Article Text


COPD and drugs: new and old concepts
P259 Effects of metformin on clinical outcome in patients hospitalised for COPD exacerbations: a retrospective cohort study
  1. A W Hitchings,
  2. L Hayes,
  3. G Picton,
  4. L Turner,
  5. R Cull,
  6. S Aslam,
  7. J R H Archer,
  8. S A Srivastava,
  9. E H Baker
  1. St George's, University of London, London, UK


Background Approximately 10% of patients with chronic obstructive pulmonary disease (COPD) have co-existing diabetes mellitus, conferring an adverse prognosis. Metformin is a valuable first-line treatment for diabetes. However, its rare association with lactic acidosis limits its use among patients at risk of hypoxia. This may deter some practitioners from prescribing it to patients with significant co-existing COPD. It is unknown whether the benefits of metformin outweigh its risks in this context. We therefore sought to determine the effects of metformin on survival and length of stay in a high-risk cohort of diabetic patients hospitalised for COPD exacerbations.

Methods The medical records of diabetic patients hospitalised for COPD were reviewed retrospectively. Length of hospital stay and all-cause mortality were compared according to the presence or absence of metformin therapy.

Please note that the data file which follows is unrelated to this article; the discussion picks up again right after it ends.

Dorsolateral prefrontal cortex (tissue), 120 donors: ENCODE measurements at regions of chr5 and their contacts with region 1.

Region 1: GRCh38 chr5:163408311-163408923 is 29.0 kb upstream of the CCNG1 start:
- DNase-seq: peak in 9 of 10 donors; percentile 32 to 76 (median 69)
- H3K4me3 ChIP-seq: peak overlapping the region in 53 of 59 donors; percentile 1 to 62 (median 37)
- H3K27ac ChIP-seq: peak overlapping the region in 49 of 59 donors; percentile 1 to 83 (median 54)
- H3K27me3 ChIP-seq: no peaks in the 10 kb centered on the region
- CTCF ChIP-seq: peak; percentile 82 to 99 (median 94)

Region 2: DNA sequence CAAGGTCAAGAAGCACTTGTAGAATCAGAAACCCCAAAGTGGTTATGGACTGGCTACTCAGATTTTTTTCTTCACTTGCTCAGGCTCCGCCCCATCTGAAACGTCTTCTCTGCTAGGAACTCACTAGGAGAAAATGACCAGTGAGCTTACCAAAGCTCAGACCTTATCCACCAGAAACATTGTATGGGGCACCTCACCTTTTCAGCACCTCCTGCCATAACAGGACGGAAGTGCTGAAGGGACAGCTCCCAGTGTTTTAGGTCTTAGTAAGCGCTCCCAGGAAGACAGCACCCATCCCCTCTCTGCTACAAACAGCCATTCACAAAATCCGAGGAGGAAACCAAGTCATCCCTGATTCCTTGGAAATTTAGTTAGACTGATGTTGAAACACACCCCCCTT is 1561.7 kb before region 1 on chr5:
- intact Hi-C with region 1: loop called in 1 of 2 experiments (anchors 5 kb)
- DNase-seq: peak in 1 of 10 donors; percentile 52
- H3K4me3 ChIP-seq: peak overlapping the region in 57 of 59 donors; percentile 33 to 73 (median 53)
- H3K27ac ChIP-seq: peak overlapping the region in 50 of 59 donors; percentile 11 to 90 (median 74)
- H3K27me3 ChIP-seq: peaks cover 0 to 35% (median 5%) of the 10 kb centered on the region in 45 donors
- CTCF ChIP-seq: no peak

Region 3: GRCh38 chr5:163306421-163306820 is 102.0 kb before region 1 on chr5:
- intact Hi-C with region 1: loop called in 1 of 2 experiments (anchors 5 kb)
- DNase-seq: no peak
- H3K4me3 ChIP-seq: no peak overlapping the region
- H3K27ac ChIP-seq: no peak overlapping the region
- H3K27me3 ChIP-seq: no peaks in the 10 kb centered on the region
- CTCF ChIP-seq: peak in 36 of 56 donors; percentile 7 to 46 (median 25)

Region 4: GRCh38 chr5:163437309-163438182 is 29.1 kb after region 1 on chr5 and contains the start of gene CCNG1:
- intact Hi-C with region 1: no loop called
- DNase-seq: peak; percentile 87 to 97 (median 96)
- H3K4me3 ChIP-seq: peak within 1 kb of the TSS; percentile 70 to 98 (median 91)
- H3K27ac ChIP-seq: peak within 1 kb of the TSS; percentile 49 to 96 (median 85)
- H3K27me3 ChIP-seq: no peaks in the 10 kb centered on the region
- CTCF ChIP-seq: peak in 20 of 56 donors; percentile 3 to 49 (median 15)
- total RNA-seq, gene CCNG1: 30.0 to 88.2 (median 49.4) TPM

Results 130 patients were included, of whom 51 (39%) were prescribed metformin. Patients on metformin had a shorter hospital stay (median 7 vs 9 days respectively; p=0.004). Survival at 90 days was significantly better in the metformin group than in the non-metformin group (94% vs 78% respectively; p=0.015; Abstract P259 figure 1 inset). This persisted over the longer term, with overall median (95% CI) survival of 5.2 years (4.3 to 6.1) in the metformin group and 2.2 years (1.0 to 3.3) in the non-metformin group (HR 0.57; 95% CI 0.35 to 0.94; Abstract P259 figure 1). This difference remained significant in a multivariate model, adjusting for potential confounding effects of age, weight, acute illness severity (APACHE-II score) and comorbidity burden. Among patients prescribed metformin, vs those not, the median (IQR) plasma lactate concentration was 1.45 mmol/l (1.10–2.05) vs 1.10 mmol/l (0.80–1.50), respectively (p=0.012).

Abstract P259 Figure 1

Kaplan–Meier curves for all-cause mortality, divided according to metformin use (p=0.024, log-rank test). Inset: survival curves at 90 days (p=0.015, log-rank test).

Conclusion Diabetic patients hospitalised for COPD exacerbations who were prescribed metformin were discharged earlier and survived longer than those not prescribed metformin. Lactate concentration was higher among patients on metformin, although the difference was small. Our results suggest that the drug's benefits may outweigh its rare association with lactic acidosis. Whether this reflects beneficial effects on diabetes- or COPD-related endpoints; other associated conditions; or the effect of unmeasured confounders, is unknown. We are now investigating this within the context of a randomised controlled trial (ISRCTN66148745).

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